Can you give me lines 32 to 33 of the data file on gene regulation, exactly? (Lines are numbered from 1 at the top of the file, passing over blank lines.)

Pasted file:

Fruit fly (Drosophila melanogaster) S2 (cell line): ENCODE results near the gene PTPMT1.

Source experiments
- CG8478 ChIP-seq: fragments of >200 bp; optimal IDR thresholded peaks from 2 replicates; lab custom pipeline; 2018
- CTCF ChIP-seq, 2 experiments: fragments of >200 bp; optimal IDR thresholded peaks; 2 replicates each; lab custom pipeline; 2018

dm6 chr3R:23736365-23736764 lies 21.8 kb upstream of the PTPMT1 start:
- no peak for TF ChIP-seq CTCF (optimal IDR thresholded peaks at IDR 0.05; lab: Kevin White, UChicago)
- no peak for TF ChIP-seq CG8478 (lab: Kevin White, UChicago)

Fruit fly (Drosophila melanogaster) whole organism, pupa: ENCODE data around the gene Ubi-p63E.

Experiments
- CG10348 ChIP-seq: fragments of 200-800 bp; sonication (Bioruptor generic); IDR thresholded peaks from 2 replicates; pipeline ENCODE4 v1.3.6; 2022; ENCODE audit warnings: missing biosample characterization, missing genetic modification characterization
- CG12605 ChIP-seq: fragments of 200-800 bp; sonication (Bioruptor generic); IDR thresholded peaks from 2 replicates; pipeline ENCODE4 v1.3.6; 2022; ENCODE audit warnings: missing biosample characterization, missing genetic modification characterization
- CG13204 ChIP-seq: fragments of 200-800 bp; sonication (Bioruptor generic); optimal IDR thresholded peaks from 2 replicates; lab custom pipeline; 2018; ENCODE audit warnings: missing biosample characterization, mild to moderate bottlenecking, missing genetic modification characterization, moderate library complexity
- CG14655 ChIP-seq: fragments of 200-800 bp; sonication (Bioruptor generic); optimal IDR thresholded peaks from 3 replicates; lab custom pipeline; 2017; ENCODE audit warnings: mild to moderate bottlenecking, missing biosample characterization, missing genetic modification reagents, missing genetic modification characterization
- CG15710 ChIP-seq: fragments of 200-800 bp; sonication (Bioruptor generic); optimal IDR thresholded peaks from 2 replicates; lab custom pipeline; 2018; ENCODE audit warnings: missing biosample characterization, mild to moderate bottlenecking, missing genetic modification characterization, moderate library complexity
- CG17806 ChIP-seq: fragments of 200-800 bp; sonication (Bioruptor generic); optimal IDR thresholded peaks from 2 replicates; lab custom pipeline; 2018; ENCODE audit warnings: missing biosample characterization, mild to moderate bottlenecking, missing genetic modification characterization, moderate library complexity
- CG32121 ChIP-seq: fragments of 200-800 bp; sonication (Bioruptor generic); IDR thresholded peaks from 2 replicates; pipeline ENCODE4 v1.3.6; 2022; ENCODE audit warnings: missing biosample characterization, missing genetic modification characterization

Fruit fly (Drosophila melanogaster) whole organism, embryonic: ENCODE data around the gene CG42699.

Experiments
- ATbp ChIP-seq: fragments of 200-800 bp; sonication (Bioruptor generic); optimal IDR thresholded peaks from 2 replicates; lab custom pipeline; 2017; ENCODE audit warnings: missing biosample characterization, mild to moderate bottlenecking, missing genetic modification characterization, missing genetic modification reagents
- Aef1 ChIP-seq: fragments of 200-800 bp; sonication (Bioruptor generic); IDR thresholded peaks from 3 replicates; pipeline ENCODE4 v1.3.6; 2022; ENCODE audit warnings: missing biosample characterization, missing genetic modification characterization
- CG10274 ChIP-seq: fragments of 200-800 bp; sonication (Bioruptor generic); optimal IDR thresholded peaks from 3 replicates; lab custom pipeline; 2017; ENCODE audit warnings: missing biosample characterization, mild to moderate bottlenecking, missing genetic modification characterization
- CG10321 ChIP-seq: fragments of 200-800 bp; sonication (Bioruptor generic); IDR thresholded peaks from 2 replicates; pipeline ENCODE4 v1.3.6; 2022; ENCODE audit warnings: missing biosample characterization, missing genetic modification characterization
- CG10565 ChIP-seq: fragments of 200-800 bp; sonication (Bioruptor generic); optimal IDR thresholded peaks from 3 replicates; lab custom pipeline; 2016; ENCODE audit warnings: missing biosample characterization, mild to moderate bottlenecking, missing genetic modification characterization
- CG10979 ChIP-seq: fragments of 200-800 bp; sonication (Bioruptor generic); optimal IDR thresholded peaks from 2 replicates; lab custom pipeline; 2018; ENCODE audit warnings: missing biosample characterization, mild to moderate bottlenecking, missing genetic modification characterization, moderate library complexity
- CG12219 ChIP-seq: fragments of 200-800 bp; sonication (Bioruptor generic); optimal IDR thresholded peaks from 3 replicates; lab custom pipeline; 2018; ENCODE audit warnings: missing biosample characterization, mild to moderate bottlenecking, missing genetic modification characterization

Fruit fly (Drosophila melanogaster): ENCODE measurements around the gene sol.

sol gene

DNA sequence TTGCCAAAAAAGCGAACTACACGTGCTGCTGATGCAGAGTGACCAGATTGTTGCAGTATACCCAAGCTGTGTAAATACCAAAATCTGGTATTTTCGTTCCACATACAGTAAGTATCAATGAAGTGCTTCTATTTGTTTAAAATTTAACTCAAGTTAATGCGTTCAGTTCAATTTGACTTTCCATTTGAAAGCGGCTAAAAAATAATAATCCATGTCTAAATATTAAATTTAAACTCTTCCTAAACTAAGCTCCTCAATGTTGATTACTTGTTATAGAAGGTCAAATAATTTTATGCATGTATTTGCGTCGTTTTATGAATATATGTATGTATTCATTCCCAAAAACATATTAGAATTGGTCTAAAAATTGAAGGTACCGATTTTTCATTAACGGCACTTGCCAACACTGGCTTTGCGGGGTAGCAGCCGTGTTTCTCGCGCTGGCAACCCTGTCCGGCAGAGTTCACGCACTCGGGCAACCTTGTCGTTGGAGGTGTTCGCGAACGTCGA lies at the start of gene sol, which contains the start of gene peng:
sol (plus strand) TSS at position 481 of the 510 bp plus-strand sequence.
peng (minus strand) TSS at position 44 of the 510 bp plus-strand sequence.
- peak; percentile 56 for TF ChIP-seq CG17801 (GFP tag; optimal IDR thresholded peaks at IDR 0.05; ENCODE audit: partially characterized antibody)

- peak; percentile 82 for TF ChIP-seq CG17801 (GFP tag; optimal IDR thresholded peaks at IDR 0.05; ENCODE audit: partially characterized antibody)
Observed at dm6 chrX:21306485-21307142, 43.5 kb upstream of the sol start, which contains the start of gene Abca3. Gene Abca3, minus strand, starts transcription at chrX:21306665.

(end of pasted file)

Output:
- peak; percentile 82 for TF ChIP-seq CG17801 (GFP tag; optimal IDR thresholded peaks at IDR 0.05; ENCODE audit: partially characterized antibody)
Observed at dm6 chrX:21306485-21307142, 43.5 kb upstream of the sol start, which contains the start of gene Abca3. Gene Abca3, minus strand, starts transcription at chrX:21306665.